J-PAL Southeast Asia at 10: Social Protection
Effectively Targeting Anti-Poverty Programs in Indonesia: In lower-income countries, it is often challenging to identify the beneficiaries for social assistance programs due to the lack of verifiable income records. J-PAL affiliated researchers conducted a series of evaluations to understand which method of identifying low-income households is most effective.
The first evaluation took place In 2008, where J-PAL affiliated researchers Abhijit Banerjee (MIT), Ben Olken (MIT), and Rema Hanna (Harvard) and their co-authors Vivi Alatas (Asakreativita), Julia Tobias (CDC Group), and Zachary Himmelbasch (Harvard) worked with the Indonesian Central Bureau of Statistics, the NGO Mitra Samya, and the World Bank to compare the effectiveness of proxy-means testing (PMT) and community targeting. A follow-up evaluation took place in 2010, where J-PAL affiliated researchers Abhijit Banerjee (MIT), Ben Olken (MIT), and Rema Hanna (Harvard) and co-authors Vivi Alatas (Asakreativita), Ririn Purnamasari (World Bank), and Matthew Wai-Poi (World Bank) collaborated with the Ministry of Social Affairs and the National Team for the Acceleration of Poverty Reduction and Statistics Indonesia to compare the effectiveness of automatic PMT and self-targeting.
Findings showed that while PMT was slightly better at correctly identifying low-income households, community targeting greatly improved local satisfaction and better matched the low-income individual’s own concept of poverty. Researchers also found no evidence that community targeting led to elite capture, or resources being diverted to those with more high-level connections within the community. Moreover, self-targeting is more effective at selecting eligible beneficiaries than PMT: households living in extreme poverty are more likely to apply for a social protection program, and hence receive the benefits.
Fast forward to 2021, the evidence from this evaluation was later adopted by the Ministry of Village to distribute cash transfers during Covid-19, specifically for recipients who are previously unenrolled in any social protection program.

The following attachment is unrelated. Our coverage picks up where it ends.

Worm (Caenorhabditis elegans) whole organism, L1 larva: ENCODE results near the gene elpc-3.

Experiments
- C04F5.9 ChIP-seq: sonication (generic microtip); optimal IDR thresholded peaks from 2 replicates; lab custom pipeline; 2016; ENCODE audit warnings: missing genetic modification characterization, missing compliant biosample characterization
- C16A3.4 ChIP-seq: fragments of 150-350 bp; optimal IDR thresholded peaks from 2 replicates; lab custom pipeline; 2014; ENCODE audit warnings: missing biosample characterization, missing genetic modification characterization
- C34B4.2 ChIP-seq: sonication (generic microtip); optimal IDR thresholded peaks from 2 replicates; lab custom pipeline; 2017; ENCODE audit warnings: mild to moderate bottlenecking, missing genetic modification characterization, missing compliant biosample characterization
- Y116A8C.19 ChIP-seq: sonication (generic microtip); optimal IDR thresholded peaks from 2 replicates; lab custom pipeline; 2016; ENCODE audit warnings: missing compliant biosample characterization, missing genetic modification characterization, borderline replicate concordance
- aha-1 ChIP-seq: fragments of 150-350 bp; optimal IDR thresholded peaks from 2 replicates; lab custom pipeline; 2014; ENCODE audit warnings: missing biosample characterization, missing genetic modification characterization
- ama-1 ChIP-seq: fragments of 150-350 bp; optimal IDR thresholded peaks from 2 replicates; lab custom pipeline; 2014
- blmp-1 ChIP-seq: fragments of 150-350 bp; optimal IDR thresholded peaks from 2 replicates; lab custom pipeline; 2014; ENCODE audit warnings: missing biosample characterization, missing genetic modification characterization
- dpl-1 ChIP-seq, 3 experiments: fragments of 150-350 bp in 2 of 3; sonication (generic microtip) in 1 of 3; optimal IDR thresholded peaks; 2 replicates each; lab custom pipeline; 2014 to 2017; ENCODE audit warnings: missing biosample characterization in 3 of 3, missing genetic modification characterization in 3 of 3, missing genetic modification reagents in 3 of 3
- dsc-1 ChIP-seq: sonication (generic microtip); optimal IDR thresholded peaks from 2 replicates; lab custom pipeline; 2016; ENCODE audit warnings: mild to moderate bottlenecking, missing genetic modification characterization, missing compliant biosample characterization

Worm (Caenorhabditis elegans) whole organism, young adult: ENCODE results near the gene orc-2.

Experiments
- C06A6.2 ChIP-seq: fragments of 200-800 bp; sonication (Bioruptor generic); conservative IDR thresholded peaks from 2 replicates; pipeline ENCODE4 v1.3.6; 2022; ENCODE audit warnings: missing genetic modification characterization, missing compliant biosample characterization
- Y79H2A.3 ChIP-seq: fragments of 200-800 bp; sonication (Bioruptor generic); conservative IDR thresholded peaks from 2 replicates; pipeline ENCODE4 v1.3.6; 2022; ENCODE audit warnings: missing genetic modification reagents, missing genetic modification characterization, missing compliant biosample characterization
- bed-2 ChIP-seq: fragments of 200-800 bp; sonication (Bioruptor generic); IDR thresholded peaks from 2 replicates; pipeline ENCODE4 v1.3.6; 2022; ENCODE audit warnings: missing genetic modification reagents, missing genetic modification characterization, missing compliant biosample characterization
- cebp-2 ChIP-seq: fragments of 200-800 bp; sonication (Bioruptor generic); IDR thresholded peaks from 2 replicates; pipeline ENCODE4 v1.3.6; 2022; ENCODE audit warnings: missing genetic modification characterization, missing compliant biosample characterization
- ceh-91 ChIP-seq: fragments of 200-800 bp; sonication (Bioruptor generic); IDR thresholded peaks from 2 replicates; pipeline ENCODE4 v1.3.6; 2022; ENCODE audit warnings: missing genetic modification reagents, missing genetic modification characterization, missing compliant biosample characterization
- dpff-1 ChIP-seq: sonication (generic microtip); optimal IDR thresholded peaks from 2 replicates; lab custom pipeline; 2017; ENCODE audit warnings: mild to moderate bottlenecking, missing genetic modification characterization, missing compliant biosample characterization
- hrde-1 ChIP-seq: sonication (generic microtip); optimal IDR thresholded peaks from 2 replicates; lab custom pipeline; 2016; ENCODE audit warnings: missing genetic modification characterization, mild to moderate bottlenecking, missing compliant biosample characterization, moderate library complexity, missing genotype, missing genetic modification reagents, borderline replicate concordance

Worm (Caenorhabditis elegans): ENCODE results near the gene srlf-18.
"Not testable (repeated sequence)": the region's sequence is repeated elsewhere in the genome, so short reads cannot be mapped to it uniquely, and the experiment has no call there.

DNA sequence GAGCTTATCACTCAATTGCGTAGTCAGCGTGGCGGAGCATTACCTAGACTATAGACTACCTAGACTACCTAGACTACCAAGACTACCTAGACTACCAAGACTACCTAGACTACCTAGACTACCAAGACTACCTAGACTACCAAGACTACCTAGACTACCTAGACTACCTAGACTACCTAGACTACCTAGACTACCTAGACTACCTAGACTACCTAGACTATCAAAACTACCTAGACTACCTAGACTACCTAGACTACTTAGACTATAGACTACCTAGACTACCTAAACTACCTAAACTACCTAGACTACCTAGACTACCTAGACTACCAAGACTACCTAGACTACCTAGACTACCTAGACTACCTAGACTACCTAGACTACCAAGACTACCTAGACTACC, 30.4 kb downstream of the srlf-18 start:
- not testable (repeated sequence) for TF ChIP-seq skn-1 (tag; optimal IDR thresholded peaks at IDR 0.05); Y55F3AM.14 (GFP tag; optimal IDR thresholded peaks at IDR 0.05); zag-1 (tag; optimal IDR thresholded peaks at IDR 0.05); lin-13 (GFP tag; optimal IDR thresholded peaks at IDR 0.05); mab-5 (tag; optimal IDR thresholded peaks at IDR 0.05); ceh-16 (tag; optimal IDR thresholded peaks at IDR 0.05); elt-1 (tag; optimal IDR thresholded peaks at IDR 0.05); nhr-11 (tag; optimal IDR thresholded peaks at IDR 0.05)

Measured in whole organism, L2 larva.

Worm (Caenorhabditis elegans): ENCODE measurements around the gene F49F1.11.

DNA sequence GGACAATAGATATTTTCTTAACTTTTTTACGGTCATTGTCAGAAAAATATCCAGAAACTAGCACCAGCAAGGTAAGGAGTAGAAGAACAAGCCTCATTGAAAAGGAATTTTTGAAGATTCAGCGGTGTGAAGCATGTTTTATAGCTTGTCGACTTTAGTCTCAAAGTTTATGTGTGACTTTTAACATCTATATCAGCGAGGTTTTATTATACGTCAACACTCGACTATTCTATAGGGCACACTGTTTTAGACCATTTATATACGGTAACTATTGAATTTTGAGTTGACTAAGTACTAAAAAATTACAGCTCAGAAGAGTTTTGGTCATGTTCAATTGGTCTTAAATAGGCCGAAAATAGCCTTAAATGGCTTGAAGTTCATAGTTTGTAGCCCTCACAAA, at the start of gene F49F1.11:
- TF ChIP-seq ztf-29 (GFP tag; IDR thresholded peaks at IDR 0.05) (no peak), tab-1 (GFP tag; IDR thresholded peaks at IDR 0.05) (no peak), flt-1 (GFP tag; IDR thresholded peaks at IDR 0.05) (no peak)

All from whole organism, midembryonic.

The Impact of Social Program Targeting Strategies on Reported and Actual Asset Ownership in Indonesia: J-PAL affiliated researchers Abhijit Banerjee (MIT), Ben Olken (MIT), and Rema Hanna (Harvard) and co-author Sudarno Sumarto (SMERU Research Institute) partnered with the Government of Indonesia to conduct a randomized evaluation that tested whether adding questions on flat-screen televisions and cell phone SIM cards to a targeting census would change people’s reporting and actual purchases of those items. The evaluation indicated that while targeting may cause people to misreport what they own in the short term for some goods, it is unlikely to change people’s decisions about whether to actually purchase those items.
Evaluating the effectiveness of Indonesia’s national food assistance program: In 2012, J-PAL affiliated researchers Abhijit Banerjee (MIT), Ben Olken (MIT), and Rema Hanna (Harvard) and co-authors Jordan Kyle Cohen (International Food Policy Research Institute) and Sudarno Sumarto (SMERU Research Institute) partnered with the Ministry of National Development Planning (Bappenas) and TNP2K to evaluate the impact of distributing ID cards that inform beneficiaries of their eligibility for a national subsidized rice program, Raskin, on program delivery and leakages. The result of the evaluation informed the government’s decision to scale up the ID cards distribution to over 65 million people nationwide in 2013.
In 2017, the Government of Indonesia began to reform the in-kind food assistance program, at this point known as Rastra, into a voucher program, the Non-Cash Food Assistance (Bantuan Pangan Non-Tunai/BPNT). J-PAL affiliated researchers Abhijit Banerjee (MIT), Ben Olken (MIT), and Rema Hanna (Harvard) and co-authors Elan Satriawan (Universitas Gadjah Mada) and Sudarno Sumarto (SMERU Research Institute) collaborated with TNP2K, Bappenas, the Ministry of Social Affairs (Kemensos), and the Coordinating Ministry for Human Development and Cultural Affairs (Kemenko PMK) to compare the efficacy of vouchers versus in-kind transfers. Results of the evaluation suggest that the use of vouchers has positive impacts on poverty reduction, beneficiary targeting, household consumption decisions, the quality of rice, and the administrative costs of delivering the program.
Researchers are also currently exploring whether the criteria for additional private sector agent recruitment (those who handle the last mile of service delivery) is necessary for BPNT and which optimal ratio should be considered by the government as a standard for the national rollout of the program. In addition, J-PAL affiliated researchers are in the process of evaluating the impacts of the transition to BPNT on digital financial inclusion and digital access to other social protection programs.